I have never heard America
Singing but I have heard of I
Hear America Singing, I think
It must have been a book
We had in school, I forget.
The line break at “I” points to a thoughtless narcissism that runs through the poem. I Hear America Singing was indeed a textbook, a collection of “folk poetry” from the populist ’30s. It got its title from a poem by Walt Whitman, a paean to the music of ordinary labor. You can forget what you have never heard—Whitman’s poem, the importance of common life—only if you forget the optimistic prospects and demands that that poem and that anthology dream of.
Long-term memory is always in danger. So is short-term memory. Pinsky remembers Amiri Baraka’s hateful lines about 9/11 (“Who knew the World Trade Center was gonna get bombed/ Who told 4000 Israeli workers at the Twin Towers/ To stay home that day/ Why did Sharon stay away?”):
I was in the big tent when the guy read his poem about how the Jews
Were warned to get out of the Twin Towers before the planes hit.
The crowd was applauding and screaming, they were happy—it isn’t
That they were anti-Semitic or anything. They just weren’t listening. Or
No, they were listening, but that certain way. In it comes, you hear it and
That selfsame second you swallow it or expel it: an ecstasy of forgetting.
Some big tent. Pinsky’s key word here might be “selfsame.” The particular pathology he describes is based on a defensive, because vulnerable, sense of self, one that cannot maintain any critical distance. It cannot think about things but has to incorporate or expel whatever is alien. Anything alien is forgotten, quite literally swallowed up by the avid and apparently empty self. Pinsky is right. The audience wasn’t anti-Semitic in any conscious way. In fact, it wasn’t really conscious at all.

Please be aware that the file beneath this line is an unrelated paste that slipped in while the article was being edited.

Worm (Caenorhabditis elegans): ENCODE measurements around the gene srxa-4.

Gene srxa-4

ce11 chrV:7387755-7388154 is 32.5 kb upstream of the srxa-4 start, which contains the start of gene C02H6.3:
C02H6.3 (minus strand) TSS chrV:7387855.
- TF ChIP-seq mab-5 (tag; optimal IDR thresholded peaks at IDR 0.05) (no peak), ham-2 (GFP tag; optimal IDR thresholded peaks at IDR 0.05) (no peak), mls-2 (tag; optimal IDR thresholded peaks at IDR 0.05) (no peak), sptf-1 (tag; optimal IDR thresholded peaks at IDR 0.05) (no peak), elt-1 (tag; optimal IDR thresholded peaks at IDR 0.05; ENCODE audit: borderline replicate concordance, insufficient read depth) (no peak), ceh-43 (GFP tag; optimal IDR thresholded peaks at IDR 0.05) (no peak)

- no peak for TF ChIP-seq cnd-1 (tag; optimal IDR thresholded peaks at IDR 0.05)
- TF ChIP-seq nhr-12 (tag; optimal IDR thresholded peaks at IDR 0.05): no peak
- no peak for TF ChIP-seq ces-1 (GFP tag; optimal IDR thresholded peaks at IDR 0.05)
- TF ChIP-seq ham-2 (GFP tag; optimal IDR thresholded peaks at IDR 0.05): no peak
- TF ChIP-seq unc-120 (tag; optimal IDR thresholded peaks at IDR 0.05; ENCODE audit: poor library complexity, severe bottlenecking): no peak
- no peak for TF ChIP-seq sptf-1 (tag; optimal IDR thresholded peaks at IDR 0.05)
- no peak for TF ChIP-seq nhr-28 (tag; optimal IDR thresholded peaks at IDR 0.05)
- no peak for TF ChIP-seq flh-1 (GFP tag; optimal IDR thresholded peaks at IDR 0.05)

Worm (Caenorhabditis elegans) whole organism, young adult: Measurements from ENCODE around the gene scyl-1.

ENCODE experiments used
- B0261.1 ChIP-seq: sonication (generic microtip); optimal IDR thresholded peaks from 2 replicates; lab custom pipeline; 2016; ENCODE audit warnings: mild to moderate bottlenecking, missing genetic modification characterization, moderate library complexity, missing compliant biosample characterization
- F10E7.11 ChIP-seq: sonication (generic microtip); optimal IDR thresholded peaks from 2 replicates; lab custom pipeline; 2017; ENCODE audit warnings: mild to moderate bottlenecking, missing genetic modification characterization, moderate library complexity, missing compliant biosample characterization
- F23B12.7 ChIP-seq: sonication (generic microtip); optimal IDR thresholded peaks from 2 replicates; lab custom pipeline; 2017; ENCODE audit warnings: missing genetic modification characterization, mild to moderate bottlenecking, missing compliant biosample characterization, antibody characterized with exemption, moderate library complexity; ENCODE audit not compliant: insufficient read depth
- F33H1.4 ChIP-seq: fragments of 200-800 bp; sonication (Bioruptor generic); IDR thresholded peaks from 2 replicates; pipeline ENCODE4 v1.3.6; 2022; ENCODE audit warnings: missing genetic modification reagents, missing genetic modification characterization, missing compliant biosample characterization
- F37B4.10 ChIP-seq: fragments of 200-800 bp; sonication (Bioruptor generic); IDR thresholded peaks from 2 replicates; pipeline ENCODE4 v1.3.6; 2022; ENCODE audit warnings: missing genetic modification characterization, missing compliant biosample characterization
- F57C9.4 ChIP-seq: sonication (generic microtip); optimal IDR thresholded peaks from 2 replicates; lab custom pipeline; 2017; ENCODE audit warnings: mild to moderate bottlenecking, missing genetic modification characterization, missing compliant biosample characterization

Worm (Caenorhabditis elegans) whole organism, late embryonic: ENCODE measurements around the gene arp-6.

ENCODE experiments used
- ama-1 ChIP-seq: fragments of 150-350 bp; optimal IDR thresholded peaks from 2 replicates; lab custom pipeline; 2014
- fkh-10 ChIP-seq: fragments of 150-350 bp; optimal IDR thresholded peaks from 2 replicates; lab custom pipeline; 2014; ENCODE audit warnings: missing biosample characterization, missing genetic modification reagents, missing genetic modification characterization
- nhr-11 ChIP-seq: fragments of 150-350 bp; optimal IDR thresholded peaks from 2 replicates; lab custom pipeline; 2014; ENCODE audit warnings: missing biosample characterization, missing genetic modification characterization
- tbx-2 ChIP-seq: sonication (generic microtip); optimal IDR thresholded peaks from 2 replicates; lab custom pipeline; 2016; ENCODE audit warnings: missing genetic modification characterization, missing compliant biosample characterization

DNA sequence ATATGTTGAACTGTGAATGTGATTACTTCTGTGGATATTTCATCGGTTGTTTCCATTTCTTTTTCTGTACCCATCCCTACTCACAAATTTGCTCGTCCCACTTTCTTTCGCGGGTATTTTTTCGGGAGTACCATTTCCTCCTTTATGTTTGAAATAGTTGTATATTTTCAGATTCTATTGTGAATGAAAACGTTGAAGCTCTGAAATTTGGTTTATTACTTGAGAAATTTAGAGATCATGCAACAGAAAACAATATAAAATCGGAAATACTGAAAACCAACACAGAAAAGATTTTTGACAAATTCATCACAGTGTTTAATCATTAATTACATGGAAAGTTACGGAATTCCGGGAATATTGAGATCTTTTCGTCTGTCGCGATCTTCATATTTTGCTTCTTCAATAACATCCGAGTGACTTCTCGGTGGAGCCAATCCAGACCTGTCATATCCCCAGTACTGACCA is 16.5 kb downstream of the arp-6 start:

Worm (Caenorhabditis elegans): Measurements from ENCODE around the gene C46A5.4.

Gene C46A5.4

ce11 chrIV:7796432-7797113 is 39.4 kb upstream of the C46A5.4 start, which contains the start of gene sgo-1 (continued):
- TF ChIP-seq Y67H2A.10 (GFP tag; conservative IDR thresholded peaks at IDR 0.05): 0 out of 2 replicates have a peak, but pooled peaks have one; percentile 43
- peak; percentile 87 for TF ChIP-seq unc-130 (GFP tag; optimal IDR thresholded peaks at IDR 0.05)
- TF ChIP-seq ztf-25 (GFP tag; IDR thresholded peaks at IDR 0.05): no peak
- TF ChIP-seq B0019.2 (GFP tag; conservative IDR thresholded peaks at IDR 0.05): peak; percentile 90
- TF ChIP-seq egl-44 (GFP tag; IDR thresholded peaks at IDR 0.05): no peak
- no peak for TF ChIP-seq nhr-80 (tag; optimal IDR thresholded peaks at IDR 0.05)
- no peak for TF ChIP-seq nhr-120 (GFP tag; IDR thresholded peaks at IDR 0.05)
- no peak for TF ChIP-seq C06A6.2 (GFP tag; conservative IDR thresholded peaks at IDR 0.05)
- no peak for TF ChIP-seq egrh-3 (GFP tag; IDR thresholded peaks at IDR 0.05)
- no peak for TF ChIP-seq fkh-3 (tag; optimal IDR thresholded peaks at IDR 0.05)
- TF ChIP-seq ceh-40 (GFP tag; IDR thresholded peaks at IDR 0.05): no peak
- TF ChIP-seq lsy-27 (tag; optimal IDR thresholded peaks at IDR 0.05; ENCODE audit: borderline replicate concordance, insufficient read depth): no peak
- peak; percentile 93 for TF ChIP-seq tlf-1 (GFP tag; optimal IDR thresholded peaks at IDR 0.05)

“Shirt” wants to make us conscious. It wants us to remember. It wants us to look at the intricate histories of little things. It wants to summon up a collective recall, one that is not personal in any exclusive sense and yet includes everyone. “Shirt” is exemplary in a literal way. It can serve as an example for poets and just folks. The French writer Georges Perec exhorted his readers to interrogate their teaspoons. Pinsky has actually done it.
Pinsky has gotten fiercer as he has gotten older, and the later poems suggest ways to read or reread the earlier ones. Pinsky has become something of a public figure—he pulled off an appearance on Stephen Colbert’s show with real aplomb—who has not sacrificed the complexities of poetic construction for a false, aw-shucks simplicity. His Selected Poems shows how this was always where he wanted to be. It is a generous selection in all senses of that word. It is a tribute to its quality that it is, at 200 pages, still too short.
In Departures, half-forgotten poet-critic Paul Zweig—who died in 1984 at the age of 49—recalls the decade he spent in Paris on the run from and in search of his Jewish self